DQS: Single vs Composite Domains

Data Quality Services exists to manage the quality of the data being entered into your data warehouse (or other database). One of the main principles of DQS is the concept of domains, which, if you’ve implemented a master data management strategy before, you would be familiar with. For the rest of us data professionals (me included :)), this is a new concept that we need to understand if we want to use DQS appropriately. There are two main types of domains that we should be familiar with and be able to correctly create and utilize: simple and composite domains. During the rest of this post, I intend to cover the two types in depth, including creating and consuming them.

Single domains are individual by nature and exist alone, these are the most basic domains we can create. To demonstrate, let’s start with Geography data. Addresses always tie to cities, which tie to states, which go to countries. Below is a screenshot of the Geography KB that I’m creating under the Domain Management category:

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When we click Next, we’ll then create a domain for Geography by clicking the “Add Domain” at the top left. We’ll create a domain for the main address information, input a description, and make sure the output is proper cased:

 

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Click OK, and go the Domain Values tab. In the real world, we’re going to want to import a lot of this data from somewhere. If we have a list of 100,000 addresses, we’re definitely not going to want to type them all in manually! (Unless you want to super mean to your data analyst…) On the domain values tab, click on the Import button (icon with the arrow pointing left, and select “Import values from Excel”. I’ve also underlined the icon in red in the below screen capture to make it easier to identify:

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Import your excel workbook. NOTE: Make sure your workbook is .xls, not .xlsx. DQS does not support xlsx files at this time.

Select the worksheet in the workbook you want to import, and check the “Use first row as header”. Click OK, and DQS will begin importing all of the values:

 

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Once complete, click OK, and return to the Domain Values screen. The list of all the addresses has been imported into our domain for consumption. Once this is published we can consume and check this list to make sure any address being input is correct.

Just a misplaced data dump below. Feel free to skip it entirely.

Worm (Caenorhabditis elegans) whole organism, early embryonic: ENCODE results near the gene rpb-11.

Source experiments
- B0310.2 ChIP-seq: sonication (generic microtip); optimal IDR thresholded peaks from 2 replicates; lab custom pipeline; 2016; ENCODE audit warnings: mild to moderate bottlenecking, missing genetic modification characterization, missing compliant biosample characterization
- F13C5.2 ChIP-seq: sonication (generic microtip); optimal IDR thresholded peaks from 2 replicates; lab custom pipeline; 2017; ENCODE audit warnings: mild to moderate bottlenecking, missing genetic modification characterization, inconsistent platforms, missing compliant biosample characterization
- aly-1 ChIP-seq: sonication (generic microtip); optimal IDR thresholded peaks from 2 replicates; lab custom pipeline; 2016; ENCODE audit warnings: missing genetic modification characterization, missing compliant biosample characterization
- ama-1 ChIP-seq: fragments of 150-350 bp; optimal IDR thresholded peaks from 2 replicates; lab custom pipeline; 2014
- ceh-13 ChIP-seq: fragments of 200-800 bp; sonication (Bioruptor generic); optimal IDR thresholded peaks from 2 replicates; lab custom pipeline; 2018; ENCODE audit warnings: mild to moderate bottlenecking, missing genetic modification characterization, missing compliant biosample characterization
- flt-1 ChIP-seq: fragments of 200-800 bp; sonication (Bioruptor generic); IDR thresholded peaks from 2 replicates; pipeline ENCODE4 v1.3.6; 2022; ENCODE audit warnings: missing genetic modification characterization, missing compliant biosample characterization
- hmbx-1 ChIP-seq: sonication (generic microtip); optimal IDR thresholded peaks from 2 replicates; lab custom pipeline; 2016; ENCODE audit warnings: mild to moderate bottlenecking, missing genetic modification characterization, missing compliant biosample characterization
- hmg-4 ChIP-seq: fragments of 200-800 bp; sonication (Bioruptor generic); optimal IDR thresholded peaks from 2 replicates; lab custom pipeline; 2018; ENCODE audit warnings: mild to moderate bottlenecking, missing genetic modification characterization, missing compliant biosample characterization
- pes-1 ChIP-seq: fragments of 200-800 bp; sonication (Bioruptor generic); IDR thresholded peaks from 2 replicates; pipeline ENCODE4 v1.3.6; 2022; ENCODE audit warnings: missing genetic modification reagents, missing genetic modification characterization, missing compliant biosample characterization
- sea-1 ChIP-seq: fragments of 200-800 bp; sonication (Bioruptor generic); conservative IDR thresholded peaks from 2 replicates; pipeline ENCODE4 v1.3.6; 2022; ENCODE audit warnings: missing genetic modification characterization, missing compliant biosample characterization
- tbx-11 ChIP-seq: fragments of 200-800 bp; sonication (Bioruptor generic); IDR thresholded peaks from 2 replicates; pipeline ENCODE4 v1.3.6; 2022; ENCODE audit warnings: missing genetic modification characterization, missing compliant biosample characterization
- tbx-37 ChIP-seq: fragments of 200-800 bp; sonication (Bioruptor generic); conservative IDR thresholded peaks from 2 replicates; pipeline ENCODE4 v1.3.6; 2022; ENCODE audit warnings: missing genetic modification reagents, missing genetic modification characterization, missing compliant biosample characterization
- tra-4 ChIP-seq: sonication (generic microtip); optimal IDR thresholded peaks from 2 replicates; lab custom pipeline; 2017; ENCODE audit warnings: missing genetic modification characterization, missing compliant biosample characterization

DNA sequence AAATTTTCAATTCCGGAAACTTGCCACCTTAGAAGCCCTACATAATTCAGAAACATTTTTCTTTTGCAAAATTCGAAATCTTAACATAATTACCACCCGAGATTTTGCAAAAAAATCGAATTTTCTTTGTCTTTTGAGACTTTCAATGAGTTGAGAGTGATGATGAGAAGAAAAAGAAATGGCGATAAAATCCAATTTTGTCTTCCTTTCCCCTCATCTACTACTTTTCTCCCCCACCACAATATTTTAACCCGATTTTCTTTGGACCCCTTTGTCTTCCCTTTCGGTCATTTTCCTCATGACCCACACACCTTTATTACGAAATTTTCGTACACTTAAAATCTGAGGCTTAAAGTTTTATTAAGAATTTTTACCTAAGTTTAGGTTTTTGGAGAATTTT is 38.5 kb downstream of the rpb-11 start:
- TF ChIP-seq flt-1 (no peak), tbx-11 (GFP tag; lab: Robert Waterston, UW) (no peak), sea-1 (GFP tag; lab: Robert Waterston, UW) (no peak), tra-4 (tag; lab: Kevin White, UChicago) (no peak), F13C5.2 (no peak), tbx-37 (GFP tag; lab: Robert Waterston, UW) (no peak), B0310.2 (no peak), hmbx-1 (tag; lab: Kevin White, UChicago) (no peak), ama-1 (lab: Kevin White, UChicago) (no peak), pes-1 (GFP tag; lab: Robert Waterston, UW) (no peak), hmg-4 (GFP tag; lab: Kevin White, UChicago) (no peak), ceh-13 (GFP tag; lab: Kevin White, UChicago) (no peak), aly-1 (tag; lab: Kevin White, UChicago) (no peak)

Create a new domain for City, repeating the same steps as above and importing just the City names.

Then do the same thing for State and Country. Once complete, you should have 4 individual domains for each part of the address.

Composite domains give us even more control over our individual domains by allowing us to relate domains together. We can do things like add reference services from Azure (address, for example), create cross-domains rules, and add some more flexibility into our solution.

Once this is complete, at the top left right next to where you click to Create a single domain, click the “Create composite domain” icon next to it:

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The composite domain dialog box appears, and we then need to configure our single domains appropriately. In the screenshot below I’ve titled it Geography, and moved over all of the single domains into a new combined composite.

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Once you click OK, you then have a composite domain that you can use against the data coming in. By adding a matching policy or knowledge discovery to the domain, we can start inferring and combining data and records that belong together, even though they come from multiple source systems.

The workbook that I used for the source of this data is available here

Stay tuned for more!

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